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WHO: Global coronavirus cases drop 24%; deaths rise in Asia



LONDON — New coronavirus cases reported globally fell by almost a quarter in the past week while deaths fell 6% but were still higher in parts of Asia, according to a report on Thursday on the pandemic by the World Health Organization.

The United Nations health agency said 5.4 million new cases of COVID-19 were reported last week, down 24% from the previous week. Infections have fallen globally, including nearly 40% in Africa and Europe and a third in the Middle East. COVID deaths rose in the Western Pacific and Southeast Asia by 31% and 12% respectively, but fell or remained stable everywhere else.

At a press briefing on Wednesday, WHO Director-General Tedros Adhanom Ghebreyesus said reported coronavirus deaths over the past month had jumped 35% and noted there had been 15,000 death last week.

“15,000 deaths per week is totally unacceptable, when we have all the tools to prevent infections and save lives,” Tedros said. He said the number of viral sequences shared each week had dropped by 90%, making it extremely difficult for scientists to monitor how COVID-19 might mutate.

“But none of us are helpless,” Tedros said. “Please get vaccinated if you’re not, and if you need a booster, get one.”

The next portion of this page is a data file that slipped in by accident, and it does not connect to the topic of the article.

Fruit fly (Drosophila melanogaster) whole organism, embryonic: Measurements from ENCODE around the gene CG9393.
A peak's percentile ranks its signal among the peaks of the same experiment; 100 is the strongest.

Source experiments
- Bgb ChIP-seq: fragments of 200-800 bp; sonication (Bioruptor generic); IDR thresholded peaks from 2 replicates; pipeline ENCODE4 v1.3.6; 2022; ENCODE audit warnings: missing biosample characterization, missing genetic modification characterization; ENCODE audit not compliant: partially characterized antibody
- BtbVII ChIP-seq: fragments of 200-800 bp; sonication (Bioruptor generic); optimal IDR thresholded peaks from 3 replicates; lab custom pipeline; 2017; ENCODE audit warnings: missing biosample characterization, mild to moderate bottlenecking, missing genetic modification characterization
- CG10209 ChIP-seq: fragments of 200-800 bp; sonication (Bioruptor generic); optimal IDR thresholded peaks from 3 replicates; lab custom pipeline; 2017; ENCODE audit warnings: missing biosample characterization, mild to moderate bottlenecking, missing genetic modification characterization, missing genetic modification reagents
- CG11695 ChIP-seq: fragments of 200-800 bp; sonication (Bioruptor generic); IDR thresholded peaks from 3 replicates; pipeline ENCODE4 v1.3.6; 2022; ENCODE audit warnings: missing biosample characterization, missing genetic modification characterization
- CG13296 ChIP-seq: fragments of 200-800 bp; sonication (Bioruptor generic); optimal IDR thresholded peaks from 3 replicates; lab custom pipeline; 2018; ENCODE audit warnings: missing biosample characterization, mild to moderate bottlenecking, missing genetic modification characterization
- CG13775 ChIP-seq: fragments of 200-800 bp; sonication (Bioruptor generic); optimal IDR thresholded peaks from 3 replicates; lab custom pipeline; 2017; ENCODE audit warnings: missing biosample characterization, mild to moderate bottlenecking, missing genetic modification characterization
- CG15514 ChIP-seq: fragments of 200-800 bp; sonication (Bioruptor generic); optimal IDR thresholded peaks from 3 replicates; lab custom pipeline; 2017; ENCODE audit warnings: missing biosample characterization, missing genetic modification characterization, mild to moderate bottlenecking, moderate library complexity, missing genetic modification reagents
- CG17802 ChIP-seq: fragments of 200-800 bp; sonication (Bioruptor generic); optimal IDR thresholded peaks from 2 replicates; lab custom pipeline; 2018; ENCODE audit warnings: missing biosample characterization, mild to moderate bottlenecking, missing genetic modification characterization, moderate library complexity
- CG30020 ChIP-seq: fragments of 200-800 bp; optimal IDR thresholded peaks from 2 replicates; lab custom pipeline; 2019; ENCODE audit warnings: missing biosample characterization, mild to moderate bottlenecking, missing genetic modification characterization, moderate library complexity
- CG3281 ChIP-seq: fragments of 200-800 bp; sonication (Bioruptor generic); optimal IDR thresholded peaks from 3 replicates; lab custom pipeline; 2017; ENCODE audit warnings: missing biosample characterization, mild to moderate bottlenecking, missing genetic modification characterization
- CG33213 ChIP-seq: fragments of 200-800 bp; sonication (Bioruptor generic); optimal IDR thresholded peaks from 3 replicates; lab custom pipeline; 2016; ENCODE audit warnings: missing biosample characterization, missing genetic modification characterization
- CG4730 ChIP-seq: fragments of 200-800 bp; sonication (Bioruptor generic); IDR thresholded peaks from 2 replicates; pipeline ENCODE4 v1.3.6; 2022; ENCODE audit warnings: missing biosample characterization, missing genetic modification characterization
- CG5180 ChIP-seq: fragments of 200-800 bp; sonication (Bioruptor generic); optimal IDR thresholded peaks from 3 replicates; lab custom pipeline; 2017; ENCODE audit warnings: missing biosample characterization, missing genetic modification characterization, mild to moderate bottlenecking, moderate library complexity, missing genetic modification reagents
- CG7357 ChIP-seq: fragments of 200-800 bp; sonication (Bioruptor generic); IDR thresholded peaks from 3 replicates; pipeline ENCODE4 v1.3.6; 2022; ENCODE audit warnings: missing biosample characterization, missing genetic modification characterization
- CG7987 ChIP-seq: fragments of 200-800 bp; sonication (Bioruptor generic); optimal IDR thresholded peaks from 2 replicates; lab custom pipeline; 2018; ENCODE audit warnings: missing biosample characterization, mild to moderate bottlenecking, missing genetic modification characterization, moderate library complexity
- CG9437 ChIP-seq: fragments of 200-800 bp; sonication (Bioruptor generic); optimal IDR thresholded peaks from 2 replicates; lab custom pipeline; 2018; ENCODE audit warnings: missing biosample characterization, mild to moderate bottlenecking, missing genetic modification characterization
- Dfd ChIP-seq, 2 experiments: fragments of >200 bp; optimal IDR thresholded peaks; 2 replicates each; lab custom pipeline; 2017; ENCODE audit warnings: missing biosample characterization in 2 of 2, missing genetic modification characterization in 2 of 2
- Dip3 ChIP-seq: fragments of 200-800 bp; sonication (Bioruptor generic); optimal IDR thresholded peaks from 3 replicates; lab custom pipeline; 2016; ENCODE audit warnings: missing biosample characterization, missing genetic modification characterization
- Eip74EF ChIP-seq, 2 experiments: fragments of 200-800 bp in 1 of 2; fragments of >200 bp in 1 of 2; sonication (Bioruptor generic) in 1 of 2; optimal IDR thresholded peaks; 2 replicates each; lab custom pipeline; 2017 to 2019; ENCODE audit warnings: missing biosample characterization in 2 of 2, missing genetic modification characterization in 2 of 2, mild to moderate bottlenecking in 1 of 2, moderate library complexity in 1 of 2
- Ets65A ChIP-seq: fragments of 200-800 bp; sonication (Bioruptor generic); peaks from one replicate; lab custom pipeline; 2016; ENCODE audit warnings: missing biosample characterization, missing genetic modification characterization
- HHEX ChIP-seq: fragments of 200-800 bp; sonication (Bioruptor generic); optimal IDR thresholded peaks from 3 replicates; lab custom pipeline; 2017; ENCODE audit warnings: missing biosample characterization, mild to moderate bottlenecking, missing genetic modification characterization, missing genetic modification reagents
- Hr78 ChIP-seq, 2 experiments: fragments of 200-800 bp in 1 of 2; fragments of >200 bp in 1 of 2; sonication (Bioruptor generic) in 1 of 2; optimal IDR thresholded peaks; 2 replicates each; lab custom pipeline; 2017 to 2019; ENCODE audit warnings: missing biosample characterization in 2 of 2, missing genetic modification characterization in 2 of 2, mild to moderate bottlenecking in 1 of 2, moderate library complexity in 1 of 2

On Thursday, the WHO Vaccine Advisory Group recommended for the first time that people most vulnerable to COVID-19, including the elderly, people with underlying health conditions and health care workers , receive a second booster injection. Many other health organizations and countries made the same recommendation months ago.

The expert panel also said it had assessed data from the Pfizer-BioNTech and Moderna vaccines for young people and said children and adolescents were among the lowest priority group for vaccination because they are much less susceptible to serious illness.

Joachim Hombach, who sits on the WHO’s vaccine expert group, said he was also uncertain whether experts would approve large-scale boosters for the general population or new combination vaccines targeting the omicron variant.

“We need to see what the data will tell us and we need to see actually (what) the benefit of these vaccines that include one (omicron) strain will be,” he said.

Dr Alejandro Cravioto, chair of the expert group, said unless vaccines are proven to stop transmission, their widespread use would be “a waste of vaccine and a waste of time”.

Earlier this week, UK authorities cleared an updated version of Moderna’s COVID-19 vaccine that targets omicron and the UK government announced it will be offered to people over 50 from next month. .


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